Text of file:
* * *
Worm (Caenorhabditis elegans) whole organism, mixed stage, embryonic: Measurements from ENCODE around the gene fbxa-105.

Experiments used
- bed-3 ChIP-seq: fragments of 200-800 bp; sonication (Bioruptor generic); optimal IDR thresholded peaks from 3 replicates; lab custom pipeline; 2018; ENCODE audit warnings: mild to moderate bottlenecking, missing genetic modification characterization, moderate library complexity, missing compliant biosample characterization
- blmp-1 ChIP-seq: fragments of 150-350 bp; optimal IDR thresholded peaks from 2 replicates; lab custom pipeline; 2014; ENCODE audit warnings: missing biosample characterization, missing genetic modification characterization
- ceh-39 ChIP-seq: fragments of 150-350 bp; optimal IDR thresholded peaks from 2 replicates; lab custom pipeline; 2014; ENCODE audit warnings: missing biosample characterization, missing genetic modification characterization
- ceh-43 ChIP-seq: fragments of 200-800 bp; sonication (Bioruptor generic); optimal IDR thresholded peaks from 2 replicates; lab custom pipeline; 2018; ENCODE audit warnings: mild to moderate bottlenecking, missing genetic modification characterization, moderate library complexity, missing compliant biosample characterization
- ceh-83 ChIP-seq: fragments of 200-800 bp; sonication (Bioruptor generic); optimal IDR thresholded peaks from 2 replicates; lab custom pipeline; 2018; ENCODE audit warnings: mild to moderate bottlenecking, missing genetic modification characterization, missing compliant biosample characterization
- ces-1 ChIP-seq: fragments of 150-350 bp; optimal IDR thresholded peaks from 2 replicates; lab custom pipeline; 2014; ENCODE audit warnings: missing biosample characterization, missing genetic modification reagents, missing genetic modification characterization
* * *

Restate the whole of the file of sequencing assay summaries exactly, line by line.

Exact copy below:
Worm (Caenorhabditis elegans) whole organism, mixed stage, embryonic: Measurements from ENCODE around the gene fbxa-105.

Experiments used
- bed-3 ChIP-seq: fragments of 200-800 bp; sonication (Bioruptor generic); optimal IDR thresholded peaks from 3 replicates; lab custom pipeline; 2018; ENCODE audit warnings: mild to moderate bottlenecking, missing genetic modification characterization, moderate library complexity, missing compliant biosample characterization
- blmp-1 ChIP-seq: fragments of 150-350 bp; optimal IDR thresholded peaks from 2 replicates; lab custom pipeline; 2014; ENCODE audit warnings: missing biosample characterization, missing genetic modification characterization
- ceh-39 ChIP-seq: fragments of 150-350 bp; optimal IDR thresholded peaks from 2 replicates; lab custom pipeline; 2014; ENCODE audit warnings: missing biosample characterization, missing genetic modification characterization
- ceh-43 ChIP-seq: fragments of 200-800 bp; sonication (Bioruptor generic); optimal IDR thresholded peaks from 2 replicates; lab custom pipeline; 2018; ENCODE audit warnings: mild to moderate bottlenecking, missing genetic modification characterization, moderate library complexity, missing compliant biosample characterization
- ceh-83 ChIP-seq: fragments of 200-800 bp; sonication (Bioruptor generic); optimal IDR thresholded peaks from 2 replicates; lab custom pipeline; 2018; ENCODE audit warnings: mild to moderate bottlenecking, missing genetic modification characterization, missing compliant biosample characterization
- ces-1 ChIP-seq: fragments of 150-350 bp; optimal IDR thresholded peaks from 2 replicates; lab custom pipeline; 2014; ENCODE audit warnings: missing biosample characterization, missing genetic modification reagents, missing genetic modification characterization